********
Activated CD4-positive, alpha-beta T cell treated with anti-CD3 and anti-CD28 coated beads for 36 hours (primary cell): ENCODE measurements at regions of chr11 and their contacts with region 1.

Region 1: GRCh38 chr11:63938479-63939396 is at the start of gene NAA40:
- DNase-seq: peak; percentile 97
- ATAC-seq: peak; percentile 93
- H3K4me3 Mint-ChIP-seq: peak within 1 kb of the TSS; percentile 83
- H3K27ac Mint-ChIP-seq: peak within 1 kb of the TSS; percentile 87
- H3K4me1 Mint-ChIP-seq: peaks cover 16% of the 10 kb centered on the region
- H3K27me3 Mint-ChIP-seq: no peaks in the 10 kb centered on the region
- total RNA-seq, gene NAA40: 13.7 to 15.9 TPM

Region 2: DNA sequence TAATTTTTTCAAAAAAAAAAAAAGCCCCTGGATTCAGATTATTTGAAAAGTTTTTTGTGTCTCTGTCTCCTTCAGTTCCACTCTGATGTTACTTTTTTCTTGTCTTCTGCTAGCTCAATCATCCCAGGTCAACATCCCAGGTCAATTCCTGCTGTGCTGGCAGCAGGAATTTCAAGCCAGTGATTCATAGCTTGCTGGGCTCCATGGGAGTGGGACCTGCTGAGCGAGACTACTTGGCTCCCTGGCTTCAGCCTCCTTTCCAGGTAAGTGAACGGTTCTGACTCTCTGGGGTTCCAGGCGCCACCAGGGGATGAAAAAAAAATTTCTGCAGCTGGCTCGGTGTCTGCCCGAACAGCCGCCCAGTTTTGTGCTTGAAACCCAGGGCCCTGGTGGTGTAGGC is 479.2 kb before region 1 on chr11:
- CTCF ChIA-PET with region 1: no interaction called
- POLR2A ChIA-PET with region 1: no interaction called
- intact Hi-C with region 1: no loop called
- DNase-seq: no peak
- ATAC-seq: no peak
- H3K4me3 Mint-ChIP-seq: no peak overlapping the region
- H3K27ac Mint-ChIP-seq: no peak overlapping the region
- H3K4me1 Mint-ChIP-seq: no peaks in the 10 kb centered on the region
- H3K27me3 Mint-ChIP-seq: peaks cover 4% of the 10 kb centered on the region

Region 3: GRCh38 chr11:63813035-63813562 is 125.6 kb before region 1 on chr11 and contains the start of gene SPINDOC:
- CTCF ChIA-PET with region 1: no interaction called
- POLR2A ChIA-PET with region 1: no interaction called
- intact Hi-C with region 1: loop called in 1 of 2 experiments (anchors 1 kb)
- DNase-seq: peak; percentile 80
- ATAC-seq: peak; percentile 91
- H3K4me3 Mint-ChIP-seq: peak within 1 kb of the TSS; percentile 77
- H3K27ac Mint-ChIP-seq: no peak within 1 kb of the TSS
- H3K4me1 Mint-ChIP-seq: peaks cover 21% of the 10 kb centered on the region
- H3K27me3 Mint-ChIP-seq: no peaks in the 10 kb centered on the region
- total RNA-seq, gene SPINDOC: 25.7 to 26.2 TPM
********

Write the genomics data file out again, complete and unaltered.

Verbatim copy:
Activated CD4-positive, alpha-beta T cell treated with anti-CD3 and anti-CD28 coated beads for 36 hours (primary cell): ENCODE measurements at regions of chr11 and their contacts with region 1.

Region 1: GRCh38 chr11:63938479-63939396 is at the start of gene NAA40:
- DNase-seq: peak; percentile 97
- ATAC-seq: peak; percentile 93
- H3K4me3 Mint-ChIP-seq: peak within 1 kb of the TSS; percentile 83
- H3K27ac Mint-ChIP-seq: peak within 1 kb of the TSS; percentile 87
- H3K4me1 Mint-ChIP-seq: peaks cover 16% of the 10 kb centered on the region
- H3K27me3 Mint-ChIP-seq: no peaks in the 10 kb centered on the region
- total RNA-seq, gene NAA40: 13.7 to 15.9 TPM

Region 2: DNA sequence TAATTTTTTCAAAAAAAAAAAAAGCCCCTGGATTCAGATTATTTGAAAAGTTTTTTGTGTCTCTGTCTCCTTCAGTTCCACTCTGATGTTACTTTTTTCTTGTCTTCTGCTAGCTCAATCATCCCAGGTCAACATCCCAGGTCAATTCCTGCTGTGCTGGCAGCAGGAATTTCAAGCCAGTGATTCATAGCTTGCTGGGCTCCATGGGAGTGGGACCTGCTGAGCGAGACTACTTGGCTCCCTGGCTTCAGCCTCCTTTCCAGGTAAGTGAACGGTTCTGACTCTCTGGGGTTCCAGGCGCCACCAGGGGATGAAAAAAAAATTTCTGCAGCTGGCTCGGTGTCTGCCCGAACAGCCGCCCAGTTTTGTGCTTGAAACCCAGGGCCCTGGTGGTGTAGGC is 479.2 kb before region 1 on chr11:
- CTCF ChIA-PET with region 1: no interaction called
- POLR2A ChIA-PET with region 1: no interaction called
- intact Hi-C with region 1: no loop called
- DNase-seq: no peak
- ATAC-seq: no peak
- H3K4me3 Mint-ChIP-seq: no peak overlapping the region
- H3K27ac Mint-ChIP-seq: no peak overlapping the region
- H3K4me1 Mint-ChIP-seq: no peaks in the 10 kb centered on the region
- H3K27me3 Mint-ChIP-seq: peaks cover 4% of the 10 kb centered on the region

Region 3: GRCh38 chr11:63813035-63813562 is 125.6 kb before region 1 on chr11 and contains the start of gene SPINDOC:
- CTCF ChIA-PET with region 1: no interaction called
- POLR2A ChIA-PET with region 1: no interaction called
- intact Hi-C with region 1: loop called in 1 of 2 experiments (anchors 1 kb)
- DNase-seq: peak; percentile 80
- ATAC-seq: peak; percentile 91
- H3K4me3 Mint-ChIP-seq: peak within 1 kb of the TSS; percentile 77
- H3K27ac Mint-ChIP-seq: no peak within 1 kb of the TSS
- H3K4me1 Mint-ChIP-seq: peaks cover 21% of the 10 kb centered on the region
- H3K27me3 Mint-ChIP-seq: no peaks in the 10 kb centered on the region
- total RNA-seq, gene SPINDOC: 25.7 to 26.2 TPM